I shouldn’t be picky, but “on tap???”

So, they’re building a Driftless Area visitor center.  So just what is this Driftless Area?  I don’t need Wiki to talk about this a little – and yes, being a geologist helps a little. 

In the big picture, nearly the entire Upper Midwest was glaciated – covered by continental ice sheets up to a mile thick that came and went numerous times over the last bunch of hundreds of thousands of years.  The most recent (known as the Wisconsonan) peaked about 20,000 years and retreated a mere 10,000 years ago. 

So the Native American Homo Sapien ancestors (who came to North America 12,000+ years ago) were eyewitness to the ice age and its wildlife like woolly mammoths and saber-tooth tigers (which, by the way, they likely hunted to extinction).

As you know, glaciers grind away high spots and fill in low spots with gravel, sand and clay.  These glacial deposits are left behind everywhere the glaciers visited, and collectively, they’re known as glacial drift.

Ah.  So now you’re getting the drift.  (Unless, of course, you’re driftless.)

So:  the Driftless Area (red area on map) must have no drift!  And no drift means no glaciers!  And not just no Wisconsinan glaciers, but no glaciers over the last 1,0000,000 years!screen-shot-2014-05-04-at-9-47-30-am

Without glaciers lopping off the high spots and glacial drift filling in the low spots, the Driftless Area has more pronounced, dramatic topography, with bedrock exposed in steep valleys & cliffs.

I found in informative post on all-geo.org by Anne Jefferson.  Here are some excerpts:

Even before the last glacial period, the Driftless Area seems to have uniquely escaped the terrain smoothing, till depositing influences of the ice sheets. (Play with this animation to watch southeastern Minnesota avoid glacial advance after glacial advance.)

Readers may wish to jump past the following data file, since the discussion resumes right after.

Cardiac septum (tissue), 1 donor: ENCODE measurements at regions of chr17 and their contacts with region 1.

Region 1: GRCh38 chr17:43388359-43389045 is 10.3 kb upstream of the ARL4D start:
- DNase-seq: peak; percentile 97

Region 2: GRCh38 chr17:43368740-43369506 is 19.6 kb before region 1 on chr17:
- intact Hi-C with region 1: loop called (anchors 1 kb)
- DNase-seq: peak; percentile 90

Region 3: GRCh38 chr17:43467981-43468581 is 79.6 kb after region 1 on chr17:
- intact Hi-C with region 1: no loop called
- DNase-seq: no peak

The map below shows the maximum extent of glaciers at:

  • (a) 1 million years ago,
  • (b) ~600,000 years ago,
  • (c) ~250,000 years ago (the Illinoian glaciation) and
  • (d) ~22,000 years ago (Wisconsinan glaciation).


In most parts of the Upper Midwest, the bedrock is buried under glacial drift; but millions of years of uninterrupted erosion have spectacularly dissected the landscape of the Driftless Area, creating 150+ meter bluffs and narrow valleys.

This dissected landscape stands out in sharp contrast to the flatter glaciated areas which surround it, as shown in the image below.


And what the heck?  Why not a You Tube video, “Serious Science:  The Driftless Area” by Into The Outdoors TV:


But here comes the best part.  Scott Sumner, a writer for Wall Street Pit, was looking at the 2012 election map, where individual counties are shown red for the Republicans and blue for the Democrats:


He focused on an apparently anomalous blue area:


From Scott’s article:

Do you see it now? There’s a big blob of counties where Wisconsin, Minnesota, Iowa and Illinois come together, which are solid blue. Why is that? These are counties with farms and small towns; there are basically no cities of any size.

The biggest city is Madison, population 200,000, which is the big blue county in south central Wisconsin, on the eastern edge of the blob. I grew up in Madison, but I don’t have a clue as to why those counties further west are blue. I always assumed western Wisconsin was exactly like north-central and eastern Wisconsin—full of corn and dairy farms, and small towns with one church and 4 bars.